Learning to Laugh About Cancer

I heard my first cancer joke the other day. I assumed that cancer jokes must exist, but I had just never heard one. It's not the easiest subject to joke about, of course. I know that when I joke about it, it can make people uncomfortable. But I do think it's important to be able to laugh about it all. I mean, funny things do happen. And of course there's the old cliche, I laugh so I don't cry.

So here it is:

When a cancer patient dies, why do they nail the coffin shut?

So the doctors can't do just one more round of chemo.

OK, so it's not really all that funny, although there's certainly a ring of truth to it. But I am still encouraged that someone even tried to come up with a cancer joke. I wouldn't recommend telling it at a party, for instance. But who knows, it might get big laughs in the chemo room.

Cancer takes so much from our lives. I think it's important to keep it from stealing our laughter. And for all the people who don't have cancer, and who get uncomfortable if we joke about it, it's OK. It's just a disease. We need to be able to laugh about it, and we need you to laugh with us. Not the uncomfortable nervous laugh, but real laughter, the kind that makes you feel better. We'll all be better off.

So have you heard this one? Two tumors walk into a bar... OK, that may be in questionable taste, but I've just always wanted to say that.

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Yeah, people always cringe when I tell them that the chemo clinic was standing room only because "people are just dying to get in". I always think that line is funny but usually I laugh alone.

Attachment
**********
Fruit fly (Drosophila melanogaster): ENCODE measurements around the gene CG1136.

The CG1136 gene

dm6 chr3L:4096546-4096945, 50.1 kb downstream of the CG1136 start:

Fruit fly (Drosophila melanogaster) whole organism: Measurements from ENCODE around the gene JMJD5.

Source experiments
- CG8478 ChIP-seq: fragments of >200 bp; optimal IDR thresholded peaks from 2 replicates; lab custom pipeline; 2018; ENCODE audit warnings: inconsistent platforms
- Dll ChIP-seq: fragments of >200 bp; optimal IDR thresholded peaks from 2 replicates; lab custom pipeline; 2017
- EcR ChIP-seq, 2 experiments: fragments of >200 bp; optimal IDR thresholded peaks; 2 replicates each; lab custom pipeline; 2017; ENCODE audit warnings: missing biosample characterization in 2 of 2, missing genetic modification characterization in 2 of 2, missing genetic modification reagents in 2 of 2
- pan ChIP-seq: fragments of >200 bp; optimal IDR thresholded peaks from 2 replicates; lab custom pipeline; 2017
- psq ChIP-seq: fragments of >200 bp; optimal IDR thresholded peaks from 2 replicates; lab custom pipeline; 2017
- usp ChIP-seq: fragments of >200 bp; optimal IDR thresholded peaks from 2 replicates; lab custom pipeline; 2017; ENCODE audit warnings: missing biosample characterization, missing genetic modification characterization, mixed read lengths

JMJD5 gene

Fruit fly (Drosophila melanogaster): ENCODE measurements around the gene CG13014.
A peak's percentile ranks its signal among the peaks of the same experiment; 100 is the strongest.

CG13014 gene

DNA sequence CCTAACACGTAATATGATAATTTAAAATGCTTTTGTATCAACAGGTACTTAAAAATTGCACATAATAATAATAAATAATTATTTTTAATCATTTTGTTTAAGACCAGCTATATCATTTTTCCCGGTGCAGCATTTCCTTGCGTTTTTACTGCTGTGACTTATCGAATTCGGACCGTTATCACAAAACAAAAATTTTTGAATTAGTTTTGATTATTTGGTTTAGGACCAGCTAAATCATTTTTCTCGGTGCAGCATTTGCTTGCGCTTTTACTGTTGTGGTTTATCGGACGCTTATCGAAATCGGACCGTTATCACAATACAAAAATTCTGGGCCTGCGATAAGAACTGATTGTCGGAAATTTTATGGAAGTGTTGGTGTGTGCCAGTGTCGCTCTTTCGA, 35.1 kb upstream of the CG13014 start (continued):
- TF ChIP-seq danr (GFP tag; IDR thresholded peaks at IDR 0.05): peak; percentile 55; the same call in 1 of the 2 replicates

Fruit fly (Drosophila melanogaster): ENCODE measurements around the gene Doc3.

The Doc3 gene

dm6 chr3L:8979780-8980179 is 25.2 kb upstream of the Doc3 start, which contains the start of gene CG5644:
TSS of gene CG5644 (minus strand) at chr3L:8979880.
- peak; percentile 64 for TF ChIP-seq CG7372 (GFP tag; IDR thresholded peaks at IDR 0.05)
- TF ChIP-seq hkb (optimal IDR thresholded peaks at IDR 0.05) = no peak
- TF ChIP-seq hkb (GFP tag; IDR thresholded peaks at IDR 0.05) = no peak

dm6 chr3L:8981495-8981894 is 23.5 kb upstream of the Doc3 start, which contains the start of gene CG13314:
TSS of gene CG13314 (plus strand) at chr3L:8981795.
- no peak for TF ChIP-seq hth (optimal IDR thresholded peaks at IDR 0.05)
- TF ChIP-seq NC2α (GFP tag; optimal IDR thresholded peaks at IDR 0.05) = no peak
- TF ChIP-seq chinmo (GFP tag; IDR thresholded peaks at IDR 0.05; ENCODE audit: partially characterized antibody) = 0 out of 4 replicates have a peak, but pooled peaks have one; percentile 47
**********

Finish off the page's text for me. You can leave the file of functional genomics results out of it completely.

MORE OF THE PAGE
I also walked into the chemo clinic on my birthday for my 3rd round of chemo with a note pinned to my chest saying "bald women do it better". Barely got a chuckle there either. However I wish I would have found this site that had the perfect t-shirt that said "Your boyfriend likes to rub my bald head". I have hair now so I don't need it but I would have loved it then. I found this site and contacted the guy, "Big Ryan" and he is a hoot. He's "part of the community" too. Send him an email and tell him that Lori sent you.

http://www.cafepress.com/chucklenut/2619770

Enjoy,

Lori

Sent by Lori Levin | 7:47 AM | 8-28-2007

Or how about this one: Three tumors die and go to heaven...

Or: What do you get when you cross a brain tumor with a jack rabbit?

Or: There was a rabbi, a priest and a cancer patient all in a boat...

I have never heard a cancer joke, but you're right. It's about time we got some. The problem is, of course, it's just not very funny. It drops very hard into any conversation.

But I've tried hard to keep laughing throughout. When I was first diagnosed, my doctors and surgeon all had slightly odd names, so me and my friends nicknamed them all with very ribald names, which made us laugh and took just a bit of the sting out of them.

I've also encouraged my friends to send me, via email, the funniest things they come across, because frankly I could use a laugh. Every day if possible. The little video that went around about tattoo-removal was pretty darn funny...

I've even tried to go back and watch the movies that have made me laugh the hardest -- and that's a short list. The problem was that what made me laugh in my 20s isn't really all that funny to me nowadays.

So keep up with the jokes, no matter what people say. I just tell them that if I can get one good laugh out of cancer, it really is the very least I deserve.